Marine Expeditionary Units- Making the Marine Corps Matter

Base Info
Cpl. Nicholas Rojas holds the guidon of the 31st Marine Expeditionary Unit on Feb. 13, 2018, next to Peralta Hall on Camp Hansen, Okinawa, Japan. Rojas, an administrative clerk with the 31st MEU, is a native of Chicago. As the Marine Corps’ only continuously forward-deployed MEU, the 31st MEU provides a flexible force ready to perform a wide range of military operations. (U.S. Marine Corps photo by Cpl. Andrew Neumann/Released)
Cpl. Nicholas Rojas holds the guidon of the 31st Marine Expeditionary Unit on Feb. 13, 2018, next to Peralta Hall on Camp Hansen, Okinawa, Japan. Rojas, an administrative clerk with the 31st MEU, is a native of Chicago. As the Marine Corps’ only continuously forward-deployed MEU, the 31st MEU provides a flexible force ready to perform a wide range of military operations. (U.S. Marine Corps photo by Cpl. Andrew Neumann/Released)

Marine Expeditionary Units- Making the Marine Corps Matter

by: Cpl. Andrew Neumann | .
31st Marine Expeditionary Unit | .
published: February 14, 2018

With each turning hour, confined to working spaces and hard-topped desks, Marines across the 31st Marine Expeditionary Unit tap their feet, awaiting the chance to deploy. As you gaze outside the windows of MEU headquarters, men and women crowd smoke decks and pull-up bars, freeing themselves of the confined space that initiates a sense of claustrophobia. Breaking through this quarantine rules their day dreams. Marines are meant to be outdoors.

The Marine Corps prides itself on beings America’s 911-force fire brigade that the commander in chief can call upon to fight the nation’s battles in an emergency.

The 31st MEU maintains the ability to rapidly respond to crises and reinforces America’s desire to have a strong Marine Corps by always being Forward, Flexible and Ready. These traits are not only the brand for the MEU, but a way of thinking that is printed in the minds of every individual who walks through the door. The MEU’s breed of Marine must be able to prepare, pack and depart within 24 hours, having little idea what trials and tribulations lie ahead.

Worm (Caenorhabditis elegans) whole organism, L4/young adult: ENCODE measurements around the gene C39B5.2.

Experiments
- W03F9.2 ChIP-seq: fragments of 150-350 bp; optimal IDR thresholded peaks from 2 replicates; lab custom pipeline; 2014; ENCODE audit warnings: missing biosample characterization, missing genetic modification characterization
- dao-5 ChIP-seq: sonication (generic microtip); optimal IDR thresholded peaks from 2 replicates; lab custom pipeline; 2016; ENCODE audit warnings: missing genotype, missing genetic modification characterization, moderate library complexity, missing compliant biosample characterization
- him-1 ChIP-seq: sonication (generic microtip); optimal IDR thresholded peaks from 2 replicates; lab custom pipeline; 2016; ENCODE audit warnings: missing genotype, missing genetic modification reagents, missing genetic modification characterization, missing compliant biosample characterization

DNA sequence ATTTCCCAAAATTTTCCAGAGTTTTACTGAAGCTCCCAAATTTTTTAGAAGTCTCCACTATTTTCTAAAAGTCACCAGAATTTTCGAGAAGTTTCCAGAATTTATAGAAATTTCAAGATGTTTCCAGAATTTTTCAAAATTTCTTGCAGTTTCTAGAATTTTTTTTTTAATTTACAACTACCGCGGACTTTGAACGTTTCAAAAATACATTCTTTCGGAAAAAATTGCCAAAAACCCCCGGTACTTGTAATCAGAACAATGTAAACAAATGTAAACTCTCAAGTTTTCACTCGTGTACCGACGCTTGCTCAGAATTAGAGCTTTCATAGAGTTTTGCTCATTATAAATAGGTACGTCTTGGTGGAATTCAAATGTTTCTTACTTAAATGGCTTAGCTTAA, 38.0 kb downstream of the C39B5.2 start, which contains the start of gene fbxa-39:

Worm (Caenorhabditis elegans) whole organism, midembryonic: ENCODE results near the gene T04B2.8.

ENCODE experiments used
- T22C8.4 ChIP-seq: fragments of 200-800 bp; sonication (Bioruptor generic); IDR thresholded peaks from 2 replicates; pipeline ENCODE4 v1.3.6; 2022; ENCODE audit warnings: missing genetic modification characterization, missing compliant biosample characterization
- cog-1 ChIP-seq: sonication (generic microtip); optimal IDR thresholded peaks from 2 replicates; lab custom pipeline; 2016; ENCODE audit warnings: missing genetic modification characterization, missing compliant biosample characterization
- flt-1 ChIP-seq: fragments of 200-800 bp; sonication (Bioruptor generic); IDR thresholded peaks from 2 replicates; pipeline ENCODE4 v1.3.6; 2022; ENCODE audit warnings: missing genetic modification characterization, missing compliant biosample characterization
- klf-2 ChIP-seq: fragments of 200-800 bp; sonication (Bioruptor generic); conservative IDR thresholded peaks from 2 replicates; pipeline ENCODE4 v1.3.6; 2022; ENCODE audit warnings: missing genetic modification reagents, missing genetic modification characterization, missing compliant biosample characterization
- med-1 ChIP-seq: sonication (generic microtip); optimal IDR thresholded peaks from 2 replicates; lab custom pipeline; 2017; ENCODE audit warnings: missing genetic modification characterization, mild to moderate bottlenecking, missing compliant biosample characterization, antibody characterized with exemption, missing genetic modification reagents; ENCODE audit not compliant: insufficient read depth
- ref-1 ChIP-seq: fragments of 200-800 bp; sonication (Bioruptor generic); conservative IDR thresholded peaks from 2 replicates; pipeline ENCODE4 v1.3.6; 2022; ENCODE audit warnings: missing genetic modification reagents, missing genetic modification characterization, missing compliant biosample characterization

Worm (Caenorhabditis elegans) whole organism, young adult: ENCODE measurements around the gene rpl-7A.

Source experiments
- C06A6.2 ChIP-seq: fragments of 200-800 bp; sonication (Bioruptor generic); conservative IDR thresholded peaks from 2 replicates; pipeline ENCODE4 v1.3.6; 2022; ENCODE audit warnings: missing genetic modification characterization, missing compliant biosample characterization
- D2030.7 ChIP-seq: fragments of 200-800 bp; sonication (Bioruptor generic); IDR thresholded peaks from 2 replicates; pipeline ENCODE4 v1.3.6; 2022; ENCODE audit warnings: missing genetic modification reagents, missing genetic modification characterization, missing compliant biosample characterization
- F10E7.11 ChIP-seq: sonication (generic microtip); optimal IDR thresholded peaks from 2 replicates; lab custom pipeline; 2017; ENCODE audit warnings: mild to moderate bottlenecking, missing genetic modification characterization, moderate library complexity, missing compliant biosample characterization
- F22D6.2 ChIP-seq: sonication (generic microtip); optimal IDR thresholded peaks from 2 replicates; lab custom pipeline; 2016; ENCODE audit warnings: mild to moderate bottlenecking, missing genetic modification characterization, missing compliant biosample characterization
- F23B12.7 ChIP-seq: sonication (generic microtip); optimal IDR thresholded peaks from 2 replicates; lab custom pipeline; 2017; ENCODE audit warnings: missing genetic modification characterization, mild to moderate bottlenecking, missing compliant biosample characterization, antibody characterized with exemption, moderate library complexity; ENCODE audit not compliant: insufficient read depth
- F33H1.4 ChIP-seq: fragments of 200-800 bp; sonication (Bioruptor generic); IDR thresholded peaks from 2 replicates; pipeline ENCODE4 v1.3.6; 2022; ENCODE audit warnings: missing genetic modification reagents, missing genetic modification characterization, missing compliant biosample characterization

“We were ready yesterday, we’re ready today, and we’ll be ready tomorrow.” said Sgt. Maj. Jim Lanham, sergeant major of the 31st MEU. “The MEU embodies what the Marine Corps is all about.”

Many stories since the turn of the 19th century have advocated for a dismemberment of the United States Marine Corps. There have been some historical attempts to disband the organization by members of Congress as early as right after World War II, saying the Marine Corps could fold into the Army and that the Corps has no outstanding capabilities. Voices sometimes favor for disbanding the 185,000+ active duty leathernecks because the consensus states, with cyber, information, and technological warfare being so prevalent, there will soon no longer be a need for ground forces.

The MEU rivals this claim by being much more than a simple ground force. It opposes the status quo that the Marine Corps is a group of gung ho infantrymen by providing a much greater service than just troops on the ground.

“We are constantly refining our crisis response capabilities,” said Col. Tye R. Wallace, the commanding officer of the 31st MEU. “As the U.S. Marine Corps’ only permanently deployed premiere force in readiness, the 31st MEU will do anything to help individuals in need.”

The MEU maintains military superiority by keeping the warfighters trained and ready to fight. But, the MEU has made itself remain relevant, and the Marine Corps necessary, by immersing itself and aiding cultures in the operational area during times of significant need.

Earthquakes, typhoons and natural disasters have demolished areas in Japan, South Korea, the Philippines, and Saipan in just the last five years. From Operation Chinzei, which Marines delivered more than 82,000 pounds of food, water and other items to southern Japan after a series of earthquakes struck the province, to Operation Damayan, when Marines evacuated civilians and provided over 100,000 pounds of food in the Philippines following a super typhoon. Marines attached to the 31st MEU have been there to provide supplies and save lives.

“Many people think that Marines are only able to break things,” Lanham said. “In reality, the MEU is focused on providing assistance to those in need, which is what keeps our Marine Corps relevant.”

Marines and sailors with the 31st MEU will continue to execute training while pondering their chance to travel across seas, waiting their turn to reach out a helpful hand to those who need it, and continue to keep the Marine Corps on the map.